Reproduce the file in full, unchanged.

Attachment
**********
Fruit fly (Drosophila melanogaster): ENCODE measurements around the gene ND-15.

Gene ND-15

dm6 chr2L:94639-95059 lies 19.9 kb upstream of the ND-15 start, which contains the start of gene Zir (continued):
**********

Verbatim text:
Fruit fly (Drosophila melanogaster): ENCODE measurements around the gene ND-15.

Gene ND-15

dm6 chr2L:94639-95059 lies 19.9 kb upstream of the ND-15 start, which contains the start of gene Zir (continued):